The child abuse phenomenon
Child abuse is not a new phenomenon in Malaysia but yet, the number of horrific cases recorded is on the rise.
According to statistics released by the Social Welfare Department, there is a consistent uphill trend in child abuse with 3, 831 cases in 2012, compared to 3,428 cases in 2011, which is equivalent to an average of 9 cases daily recorded in Malaysia.
What is child abuse?
Child abuse refers to serious violation or infringement of a child's right - a person under the age of 18, including physical, emotional or sexual maltreatment and exploitation.
There are several types of child abuse according to the Child Act 2001:
- Neglect - Failure to provide basic needs and support of physical, emotional and mental development which include health, education, nutrition, that exposes the minor to all forms of harm
- Physical abuse - A parent or guardian causes physical injury that results in bruises, burns, lifelong injury or death to a child due to intentional use of agents to the body of a child
- Sexual abuse - An adult engages in a sexual act or inappropriate sexual behaviour such as exploitation, child prostitution, penetration, fondling or oral sex, to satisfy the desires of the said adult.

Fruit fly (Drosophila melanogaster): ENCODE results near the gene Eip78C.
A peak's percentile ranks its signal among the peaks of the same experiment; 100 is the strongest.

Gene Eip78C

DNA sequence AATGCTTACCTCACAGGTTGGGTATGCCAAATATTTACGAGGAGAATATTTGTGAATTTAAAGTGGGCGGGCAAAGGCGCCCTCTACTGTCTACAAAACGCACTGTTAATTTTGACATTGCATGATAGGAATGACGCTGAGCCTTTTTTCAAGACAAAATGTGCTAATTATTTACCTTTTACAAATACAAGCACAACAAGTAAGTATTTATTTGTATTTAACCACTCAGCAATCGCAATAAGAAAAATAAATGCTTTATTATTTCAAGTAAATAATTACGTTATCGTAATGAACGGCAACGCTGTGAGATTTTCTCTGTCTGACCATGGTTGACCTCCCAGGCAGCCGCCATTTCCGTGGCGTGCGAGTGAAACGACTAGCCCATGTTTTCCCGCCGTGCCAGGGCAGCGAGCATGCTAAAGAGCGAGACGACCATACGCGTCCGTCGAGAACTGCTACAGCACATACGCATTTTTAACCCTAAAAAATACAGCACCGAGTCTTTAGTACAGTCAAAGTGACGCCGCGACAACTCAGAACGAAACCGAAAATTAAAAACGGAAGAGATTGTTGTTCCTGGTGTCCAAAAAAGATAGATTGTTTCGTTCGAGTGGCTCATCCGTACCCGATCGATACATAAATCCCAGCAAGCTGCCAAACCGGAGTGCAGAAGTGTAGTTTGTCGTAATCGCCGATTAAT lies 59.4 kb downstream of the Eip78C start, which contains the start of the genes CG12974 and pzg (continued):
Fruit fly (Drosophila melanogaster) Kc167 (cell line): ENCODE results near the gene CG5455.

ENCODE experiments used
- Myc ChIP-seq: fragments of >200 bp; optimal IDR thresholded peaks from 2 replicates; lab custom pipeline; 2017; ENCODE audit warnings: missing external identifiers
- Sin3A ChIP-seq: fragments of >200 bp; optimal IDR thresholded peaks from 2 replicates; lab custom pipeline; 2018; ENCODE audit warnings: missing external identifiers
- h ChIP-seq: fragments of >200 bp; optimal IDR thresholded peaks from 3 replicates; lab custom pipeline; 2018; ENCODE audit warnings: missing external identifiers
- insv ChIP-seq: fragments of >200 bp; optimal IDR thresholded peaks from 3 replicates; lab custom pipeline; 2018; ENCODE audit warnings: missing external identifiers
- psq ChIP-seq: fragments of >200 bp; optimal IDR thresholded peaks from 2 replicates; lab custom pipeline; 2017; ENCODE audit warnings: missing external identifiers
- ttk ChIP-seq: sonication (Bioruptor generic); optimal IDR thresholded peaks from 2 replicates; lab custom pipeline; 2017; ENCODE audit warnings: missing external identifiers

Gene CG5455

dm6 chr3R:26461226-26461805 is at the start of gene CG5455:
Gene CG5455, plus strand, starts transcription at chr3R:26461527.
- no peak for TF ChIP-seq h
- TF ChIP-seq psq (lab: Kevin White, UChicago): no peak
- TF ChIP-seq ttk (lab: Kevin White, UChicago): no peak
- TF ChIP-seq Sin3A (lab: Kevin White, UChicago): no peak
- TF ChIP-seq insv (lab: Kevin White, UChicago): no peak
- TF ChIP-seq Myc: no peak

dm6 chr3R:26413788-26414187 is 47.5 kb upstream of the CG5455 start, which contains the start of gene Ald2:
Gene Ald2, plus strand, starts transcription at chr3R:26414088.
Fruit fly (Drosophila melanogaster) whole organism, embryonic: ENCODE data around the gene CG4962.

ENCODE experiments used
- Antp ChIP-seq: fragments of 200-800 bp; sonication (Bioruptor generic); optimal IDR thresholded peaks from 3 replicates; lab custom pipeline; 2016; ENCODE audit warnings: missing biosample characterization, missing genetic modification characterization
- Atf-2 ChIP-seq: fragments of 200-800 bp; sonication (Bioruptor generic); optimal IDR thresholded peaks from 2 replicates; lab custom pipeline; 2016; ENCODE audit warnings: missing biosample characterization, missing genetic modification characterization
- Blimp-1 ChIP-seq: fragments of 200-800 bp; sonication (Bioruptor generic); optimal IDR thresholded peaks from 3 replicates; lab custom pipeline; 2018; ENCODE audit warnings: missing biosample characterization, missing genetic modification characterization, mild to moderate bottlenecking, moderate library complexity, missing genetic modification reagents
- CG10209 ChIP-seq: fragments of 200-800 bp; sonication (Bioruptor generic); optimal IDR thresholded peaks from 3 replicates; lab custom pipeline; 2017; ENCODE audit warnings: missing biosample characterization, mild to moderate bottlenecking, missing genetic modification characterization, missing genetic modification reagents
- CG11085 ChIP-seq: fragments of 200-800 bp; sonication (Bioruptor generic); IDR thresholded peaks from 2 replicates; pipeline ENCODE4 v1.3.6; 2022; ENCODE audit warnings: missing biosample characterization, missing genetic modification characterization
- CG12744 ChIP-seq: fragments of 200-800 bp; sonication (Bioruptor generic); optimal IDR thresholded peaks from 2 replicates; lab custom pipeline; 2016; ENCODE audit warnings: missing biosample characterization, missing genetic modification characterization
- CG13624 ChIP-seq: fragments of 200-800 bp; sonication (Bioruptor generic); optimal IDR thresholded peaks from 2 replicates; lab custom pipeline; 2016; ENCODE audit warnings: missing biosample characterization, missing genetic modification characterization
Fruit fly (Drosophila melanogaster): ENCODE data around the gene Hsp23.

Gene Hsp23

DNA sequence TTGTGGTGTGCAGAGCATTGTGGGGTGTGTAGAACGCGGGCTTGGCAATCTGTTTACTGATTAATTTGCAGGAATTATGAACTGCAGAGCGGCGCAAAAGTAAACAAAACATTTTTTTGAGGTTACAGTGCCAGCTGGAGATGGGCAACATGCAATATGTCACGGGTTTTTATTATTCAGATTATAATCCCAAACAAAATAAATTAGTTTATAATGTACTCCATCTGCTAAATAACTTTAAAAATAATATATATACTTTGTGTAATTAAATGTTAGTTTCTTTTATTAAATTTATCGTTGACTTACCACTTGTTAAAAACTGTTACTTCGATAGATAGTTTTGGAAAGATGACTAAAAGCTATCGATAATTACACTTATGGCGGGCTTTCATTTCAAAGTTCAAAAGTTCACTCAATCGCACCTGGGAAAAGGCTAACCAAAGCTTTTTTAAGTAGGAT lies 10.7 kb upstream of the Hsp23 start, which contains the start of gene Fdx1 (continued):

- Emotional abuse - A parent or guardian emotionally abuse a minor without being violent but causes harm to a child's mental and social development such as terrorizing, humiliation and isolation
“Every time when I leave the house I feel very scared.”- Kelly (Child abuse: A victim speaks out, The Star, 21 August 2013)
Effects of child abuse and neglect
The effects of domestic violence and neglect on children may vary due to a variety of factors such as the types and severity of maltreatment (neglect, physical abuse, and/or sexual abuse) as well as the relationship between the perpetrator and the child.
Among the consequences of abuse and neglect on a child's health are:
Developmental and psychological impact
- Personality disorder
- Cognitive difficulties
- Social difficulties
- Drug abuse
- Risky sexual behaviour
- Sexually-transmitted diseases
Read more on the effects of domestic violence on children here:
Children from violent families may be subjected to abuse or neglect. A study has shown that an estimated 30% - 40% of children of women who are abused are abused themselves. Child witnesses of violence who were also physically or sexually abused have been seen to exhibit more behavioural problems than non-abused child witnesses. - WAO
Child abuse in Malaysia
We Malaysians are caring and loving people, aren't we? Yet, we read about horrific and severe child abuse cases in the local media.
Is child abuse an epidemic in Malaysia? Can the statistics and its breakdown enlighten us about this uphill trends in Malaysia?
What do we know about the situation in the country and how can we end this child cruelty?
And what do you know about the Child Act 2001 and the National Child Protection Policy?
We will discuss these in the next and final part of this Child Matters series.
If you suspect a child is being abused, or if you need help and have questions about child abuse, please contact: